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GA-P55-UD3R with G.SKILL or Corsair?

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Last response: in Motherboards
October 12, 2009 12:58:16 AM

I'm looking at the GA-P55-UD3R mother board. Somebody suggested using this memory from G.SKILL:
G.SKILL Ripjaws Series 4GB (2 x 2GB) 240-Pin DDR3 SDRAM DDR3 1600 (PC3 12800) Desktop Memory Model F3-12800CL7D-4GBRH - Retail

How does this compare to using Corsair memory? This is listed at 1.5v which is what Gigabyte is asking for on their spec page, while the G.SKILL is 1.65v.
CORSAIR XMS3 4GB (2 x 2GB) 240-Pin DDR3 SDRAM DDR3 1333 Desktop Memory Model TW3X4G1333C9A G

What happens in either case if you go to the 8GB (4 x 2GB)?



More about : p55 ud3r skill corsair

a b } Memory
a c 178 V Motherboard
October 12, 2009 2:05:58 AM

I'd go with the G.Skill - the memory frequency doesn't matter much to the i5/i7 - what matters is the latency; P55 setups are only rated by Intel for a 1333 RAM frequency - that G.Skill will likely run 6-6-6-20 at the same 1333 that the Corsair (9-9-9-24) is rated at. Don't worry about the voltage - 1.65 is pretty much standard for all faster i7/i5 RAM, and isn't a problem; likewise, if you want to go to 8G, it's just a matter of tweaking a couple voltages a bit - and, that G.Skill may well run at the 1333 speed at 1.5V as well...

Latency is a term for the time the CPU must wait for RAM to complete cetain operations, and it's given in counts of clock cycles - so, the fewer counts waited, the faster the throughput...
October 13, 2009 5:00:44 PM

I just built a i5 system with that Gigabyte board, and the GSkli RAM you have there. It started right up no problems. Memtest was fine. The GSkil runs at 9-9-9-24...1333MHz.

Good luck.

Oh, and Win 7 x64 loaded in ~15 minutes (WD Caviar Black HD) from a bootable USB drive.

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October 14, 2009 2:06:54 PM

How much ram did you put in?

I am reading about many problems people are having when they go to 4 sticks.

I'm fighting that very issue with a friends GA-EP45-UD3R so I really don't want to go through that pain.
a b } Memory
a c 178 V Motherboard
October 14, 2009 3:13:51 PM

I'm fighting that very issue with a friends GA-EP45-UD3R so I really don't want to go through that pain.

Post me the processor, and the RAM P/N, and I'll give you settings for four sticks - it's not all that hard; basically, you need to do a "Load Optimized Defaults" to get the right underlying memory settings, check that your DDR voltage is set to mfg's spec (usually 2.1V), then 'bump' the MCH voltage a tenth, or even a tenth and a half, to accommodate the four sticks...
October 14, 2009 8:53:57 PM


CPU is Q9550
The memory is Corsair CM2X2048-8500CC5D, 2.10v
The motherboard is Gigabyte GA-EP45-UD3R (v1.1)

What is the MCH voltage?
a b } Memory
a c 178 V Motherboard
October 14, 2009 10:06:26 PM

MCH (memory control hub) is another name for the 'northbridge' - the primary manager of the memory, and the thing that handles all communications (to and from the CPU) with the rest of the board's hardware... It is the P45, from which your board gets its part number/name. We are going to go into the system BIOS to make some changes; you might want to review page 36 in your manual in the meantime, regarding the keystrokes to get into the BIOS itself, and maybe try it a few times until you're comfortable with it. Don't change anything - and, no matter where you are, a few <escapes> will get you out - when it asks you "Exit without saving changes?", just confirm it, and you'll get a reboot...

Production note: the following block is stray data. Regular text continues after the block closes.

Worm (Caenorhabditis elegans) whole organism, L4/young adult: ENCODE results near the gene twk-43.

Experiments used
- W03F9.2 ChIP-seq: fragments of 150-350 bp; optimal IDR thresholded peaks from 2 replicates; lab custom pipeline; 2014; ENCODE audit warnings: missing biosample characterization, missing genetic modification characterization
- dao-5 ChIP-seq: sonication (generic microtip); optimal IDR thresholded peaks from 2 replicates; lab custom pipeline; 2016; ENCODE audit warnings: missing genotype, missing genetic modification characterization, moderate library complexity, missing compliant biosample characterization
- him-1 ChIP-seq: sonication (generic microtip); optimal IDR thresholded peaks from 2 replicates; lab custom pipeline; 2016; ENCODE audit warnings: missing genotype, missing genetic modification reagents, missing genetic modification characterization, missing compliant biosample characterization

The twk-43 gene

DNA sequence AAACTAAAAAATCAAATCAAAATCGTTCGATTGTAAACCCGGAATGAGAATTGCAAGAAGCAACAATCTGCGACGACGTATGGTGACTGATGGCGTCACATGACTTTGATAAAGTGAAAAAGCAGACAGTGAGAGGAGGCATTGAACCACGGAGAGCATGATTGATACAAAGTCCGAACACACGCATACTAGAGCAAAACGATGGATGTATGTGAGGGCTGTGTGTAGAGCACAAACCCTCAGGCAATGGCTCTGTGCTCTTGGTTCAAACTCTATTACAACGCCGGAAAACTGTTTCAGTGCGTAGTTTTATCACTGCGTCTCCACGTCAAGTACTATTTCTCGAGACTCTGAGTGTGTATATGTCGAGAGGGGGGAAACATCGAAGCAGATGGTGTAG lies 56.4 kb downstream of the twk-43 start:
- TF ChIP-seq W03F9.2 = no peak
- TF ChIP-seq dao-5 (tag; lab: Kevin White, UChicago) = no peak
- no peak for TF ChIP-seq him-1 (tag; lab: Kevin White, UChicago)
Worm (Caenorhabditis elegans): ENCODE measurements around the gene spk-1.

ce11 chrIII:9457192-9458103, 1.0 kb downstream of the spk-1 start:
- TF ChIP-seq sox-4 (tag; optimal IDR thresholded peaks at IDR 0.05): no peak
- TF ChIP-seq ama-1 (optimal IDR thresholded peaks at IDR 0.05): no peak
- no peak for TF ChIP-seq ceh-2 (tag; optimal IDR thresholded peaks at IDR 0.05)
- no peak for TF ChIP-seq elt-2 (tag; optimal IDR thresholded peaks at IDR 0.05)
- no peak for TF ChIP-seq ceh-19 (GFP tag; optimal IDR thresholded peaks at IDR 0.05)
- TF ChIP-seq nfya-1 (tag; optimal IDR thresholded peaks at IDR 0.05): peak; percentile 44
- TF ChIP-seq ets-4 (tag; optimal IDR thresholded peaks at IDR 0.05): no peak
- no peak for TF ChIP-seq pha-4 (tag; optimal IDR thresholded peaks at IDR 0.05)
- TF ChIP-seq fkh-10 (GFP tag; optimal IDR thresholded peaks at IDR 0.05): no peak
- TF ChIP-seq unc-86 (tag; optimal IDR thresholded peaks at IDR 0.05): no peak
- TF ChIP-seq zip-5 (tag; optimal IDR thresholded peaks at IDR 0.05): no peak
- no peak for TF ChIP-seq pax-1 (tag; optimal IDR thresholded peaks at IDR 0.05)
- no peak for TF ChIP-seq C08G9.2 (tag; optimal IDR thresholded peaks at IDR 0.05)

The BIOS (basic input output system) is boot firmware, designed to be the first code run by a PC when powered on. The initial function of the BIOS is to identify, test, and initialize system devices such as the video display card, hard disk, floppy disk and other hardware. The BIOS prepares the machine for a known state, so that software stored on compatible media can be loaded, executed, and given control of the PC - this process is known as booting, or booting up, which is short for bootstrapping. One of its first jobs is to 'talk' to the P45, and configure your memory controller for use...

If you'd like a little bit of a 'virtual tour' of the BIOS in the meantime, take a peek here:

I have one more question for you: do you guys have any aftermarket cooler on the CPU? If you do, I'll include a mild, no-risk, low-voltage 20% overclock that will speed up the machine enough for you to notice it - but, it's not really a good idea to do this with the stock Intel cooler that came with the chip...

a c 113 } Memory
a c 500 V Motherboard
October 14, 2009 11:19:58 PM

bn_hot said:
How much ram did you put in?

I am reading about many problems people are having when they go to 4 sticks.

I'm fighting that very issue with a friends GA-EP45-UD3R so I really don't want to go through that pain.

I run 8 GB of G.Skill PI Black DDR2-800 at 4-4-4-12 timings and 1.9V in my GA-EP45-UD3P and it's stable.
October 15, 2009 1:42:25 AM

It is the stock cooler right now, but I will likely replace it as the fan makes a clicking noise (gotta love quality control). I'm very much open to cheap suggestions, so if you would include that with your overclock recommendation... :) 

But I'll also need the non overclock settings too :) 


Best solution

a b } Memory
a c 178 V Motherboard
October 15, 2009 2:47:41 AM

You don't have to spend a lot, or get nuts about it - any damn thing you can buy in the 'aftermarket' will beat the pants off Intel's included 'rotary postage stamp... I often recommend these:
as they are well made, get the job done, and are small enough to fit in nearly anyone's rig (you're a little late - I just gave one away to someone here for the cost of shipping - it was 'unemployed' and I felt sorry for the poor little thing!), but, truth be told, even this:
will handle this overclock, and be head and shoulders above the stock piece...

I have searched extensively, and cannot find that Corsair #; it may just no longer be an active P/N, or they might have renamed it (they recently transitioned a whole bunch of stuff to a 'TWINX2' designation), but it shouldn't matter - the first step in the process will cause your system to 'read' the RAM, and set itself accordingly - usually works just fine...

To get a mild, safe, low-voltage (but noticeable) 20% overclock (when you get anything else but stock cooling), the italicized

parameters are all that need be changed...

Intel Q9550 1333FSB x8.5mult 2.83GHz/3.4GHz .85-1.3625V
Corsair CM2X2048-8500CC5D 8GB (4 x 2GB) 240-Pin DDR2 SDRAM DDR2 1066 memory: 5-5-5-15-2t nominal 2.1v (I think...)

If you haven't yet done it, pull out two sticks, leave two in the slots labeled "DDR2_1" and "DDR2_3" (I think, on your board, it's the orange pair), and start with a BIOS' "Load Optimized Defaults" - save, exit, and reboot...